Although Mathilde was once admired for her physical beauty, briefly giving her access to high society, by the end of the story her beauty is gone. Mathilde’s greatest mistake was to attach too much important to her physical appearance, and her ruin can be read as a correction to her vanity and selfishness, as well as a tragic end to the false sense of expectation that beauty can create.
Women and Beauty ThemeTracker
Women and Beauty Quotes in The Necklace
Unable to adorn herself, she remained simple, but as miserable as if she’d come down in the world. For women have no caste or breed; their beauty, their grace, and their charm serve them in lieu of birth and family background. Their native finesse, their instinct for elegance, their versatile minds are their sole hierarchy, making shopgirls the equals of the grandest ladies.
She suffered endlessly, feeling that she was meant for all delicacies and all luxuries. She suffered from the poverty of her apartment, the dinginess of the walls, the shabbiness of the chairs, the ugliness of the fabrics. All these things, which wouldn’t have even been noticed by any other woman of her station, tortured her and infuriated her. The sight of the Breton girl who did her humble housework aroused woeful regrets in her and desperate dreams.
Madame Loisel looked first at some bracelets, then at a pearl necklace, then at a marvelously crafted Venetian cross made up of gold and precious stones. She tried the pieces on before the mirror, wavering, unsure whether to keep them or leave them. She kept asking: “Don’t you have anything else?”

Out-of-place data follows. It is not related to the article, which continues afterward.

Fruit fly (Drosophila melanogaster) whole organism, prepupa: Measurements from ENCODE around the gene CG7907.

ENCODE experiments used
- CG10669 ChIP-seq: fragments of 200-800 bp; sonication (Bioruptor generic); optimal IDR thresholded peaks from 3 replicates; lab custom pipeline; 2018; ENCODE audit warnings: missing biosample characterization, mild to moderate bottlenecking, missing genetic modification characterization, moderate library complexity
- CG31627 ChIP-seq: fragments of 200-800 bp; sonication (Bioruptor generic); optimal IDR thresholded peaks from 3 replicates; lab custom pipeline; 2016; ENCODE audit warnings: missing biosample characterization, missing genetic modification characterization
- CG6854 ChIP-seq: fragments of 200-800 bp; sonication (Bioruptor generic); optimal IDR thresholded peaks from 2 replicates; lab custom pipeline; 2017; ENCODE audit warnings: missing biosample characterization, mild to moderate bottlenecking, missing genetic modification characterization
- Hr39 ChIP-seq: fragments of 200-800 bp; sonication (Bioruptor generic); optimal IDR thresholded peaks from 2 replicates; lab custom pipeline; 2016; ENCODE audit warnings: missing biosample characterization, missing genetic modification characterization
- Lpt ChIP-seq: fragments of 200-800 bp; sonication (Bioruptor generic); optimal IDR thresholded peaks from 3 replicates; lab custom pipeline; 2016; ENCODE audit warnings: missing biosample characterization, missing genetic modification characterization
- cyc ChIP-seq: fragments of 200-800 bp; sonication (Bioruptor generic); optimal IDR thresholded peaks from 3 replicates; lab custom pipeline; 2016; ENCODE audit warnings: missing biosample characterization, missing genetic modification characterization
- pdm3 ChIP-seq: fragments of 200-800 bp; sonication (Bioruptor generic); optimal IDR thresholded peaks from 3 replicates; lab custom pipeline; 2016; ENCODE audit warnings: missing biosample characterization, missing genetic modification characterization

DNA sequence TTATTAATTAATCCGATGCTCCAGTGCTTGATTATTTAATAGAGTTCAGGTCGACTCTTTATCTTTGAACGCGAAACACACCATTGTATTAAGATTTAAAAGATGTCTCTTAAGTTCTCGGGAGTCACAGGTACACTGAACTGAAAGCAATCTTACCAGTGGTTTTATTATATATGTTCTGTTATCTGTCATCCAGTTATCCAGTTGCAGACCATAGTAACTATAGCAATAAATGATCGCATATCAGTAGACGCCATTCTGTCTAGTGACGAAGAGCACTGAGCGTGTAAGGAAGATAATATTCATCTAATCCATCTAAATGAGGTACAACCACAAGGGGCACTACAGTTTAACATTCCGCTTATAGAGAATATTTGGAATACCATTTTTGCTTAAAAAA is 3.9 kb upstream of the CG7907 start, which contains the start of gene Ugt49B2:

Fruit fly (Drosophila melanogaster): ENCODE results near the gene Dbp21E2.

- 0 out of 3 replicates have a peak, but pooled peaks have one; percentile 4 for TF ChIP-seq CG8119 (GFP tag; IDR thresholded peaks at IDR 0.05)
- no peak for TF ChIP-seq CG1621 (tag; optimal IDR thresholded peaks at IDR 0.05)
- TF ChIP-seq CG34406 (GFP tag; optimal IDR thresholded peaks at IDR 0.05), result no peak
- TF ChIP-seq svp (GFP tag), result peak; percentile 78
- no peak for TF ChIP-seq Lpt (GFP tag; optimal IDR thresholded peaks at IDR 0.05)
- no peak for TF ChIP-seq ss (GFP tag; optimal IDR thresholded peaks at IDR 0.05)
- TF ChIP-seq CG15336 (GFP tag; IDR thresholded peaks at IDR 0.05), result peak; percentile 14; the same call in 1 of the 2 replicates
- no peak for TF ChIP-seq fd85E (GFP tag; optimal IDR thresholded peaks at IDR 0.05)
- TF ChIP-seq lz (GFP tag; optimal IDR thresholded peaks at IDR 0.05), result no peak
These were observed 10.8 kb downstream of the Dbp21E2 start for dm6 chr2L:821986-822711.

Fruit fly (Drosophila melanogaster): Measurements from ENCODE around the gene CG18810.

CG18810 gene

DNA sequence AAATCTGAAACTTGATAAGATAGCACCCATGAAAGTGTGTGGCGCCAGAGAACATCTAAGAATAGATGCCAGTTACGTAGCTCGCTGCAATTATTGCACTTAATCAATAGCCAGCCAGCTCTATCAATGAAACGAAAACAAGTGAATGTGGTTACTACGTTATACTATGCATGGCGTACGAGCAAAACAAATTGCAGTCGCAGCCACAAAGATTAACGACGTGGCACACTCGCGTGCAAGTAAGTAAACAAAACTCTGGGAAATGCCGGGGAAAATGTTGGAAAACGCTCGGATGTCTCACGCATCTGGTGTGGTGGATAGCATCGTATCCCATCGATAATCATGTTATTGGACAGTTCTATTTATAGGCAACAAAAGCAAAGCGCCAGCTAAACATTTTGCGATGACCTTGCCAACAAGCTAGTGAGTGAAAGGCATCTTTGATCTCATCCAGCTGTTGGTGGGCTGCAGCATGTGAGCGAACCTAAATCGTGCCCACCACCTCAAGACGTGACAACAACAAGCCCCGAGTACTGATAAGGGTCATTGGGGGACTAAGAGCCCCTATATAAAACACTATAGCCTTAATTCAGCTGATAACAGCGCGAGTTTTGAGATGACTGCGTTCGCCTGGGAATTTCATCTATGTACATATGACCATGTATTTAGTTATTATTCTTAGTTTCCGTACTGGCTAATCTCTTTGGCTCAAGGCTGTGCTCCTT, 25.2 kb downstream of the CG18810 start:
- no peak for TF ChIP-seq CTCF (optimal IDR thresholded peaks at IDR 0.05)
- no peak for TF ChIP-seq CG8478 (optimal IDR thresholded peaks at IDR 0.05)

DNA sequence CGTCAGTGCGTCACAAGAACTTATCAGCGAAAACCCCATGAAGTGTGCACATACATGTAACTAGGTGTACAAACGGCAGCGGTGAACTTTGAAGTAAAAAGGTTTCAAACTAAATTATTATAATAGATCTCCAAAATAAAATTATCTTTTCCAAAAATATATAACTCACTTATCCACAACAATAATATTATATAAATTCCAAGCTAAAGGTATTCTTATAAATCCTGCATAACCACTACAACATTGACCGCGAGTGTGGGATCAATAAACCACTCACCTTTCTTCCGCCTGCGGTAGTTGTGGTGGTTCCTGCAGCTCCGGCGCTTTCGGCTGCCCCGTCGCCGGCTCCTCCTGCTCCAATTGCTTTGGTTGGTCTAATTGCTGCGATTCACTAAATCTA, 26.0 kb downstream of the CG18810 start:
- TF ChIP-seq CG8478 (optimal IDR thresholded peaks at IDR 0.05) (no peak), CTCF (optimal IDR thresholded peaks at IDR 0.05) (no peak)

“Of course. Keep searching. I can’t tell what you’ll like.”
All at once, in a black satin box, Madame Loisel unearthed a superb diamond necklace, and her heart began pounding with unrestrained desire. Her hands trembled when she picked up the necklace. She placed it on her throat, against her high-necked dress, and remained ecstatic in front of her reflection.
Madame Loisel now knew the horrible life of necessity….She performed the gross household tasks, the odious kitchen chores. She washed the dishes, wearing down her rosy nails on greasy pots and on the bottoms of pans. She washed the dirty linen, the shirts and the dishcloths, and let them dry on a line. She lugged the garbage down to the street every morning and hauled up the water, stopping at every landing to catch her breath. And dressed like a pauper, she went to the produce store, the grocer, the butcher, her basket on her arm, haggling, insulted, defending her miserable cash sou by sou.
Madame Loisel looked old now. She had become the strong, and hard, and crude woman of poor households. Her hair ill kempt, her skirts awry, and her hands red, she spoke loudly and she washed the floors with big buckets of water. But sometimes, when her husband was at the office, she would sit down at the window and daydream about that long-ago ball, where she had been so beautiful and celebrated.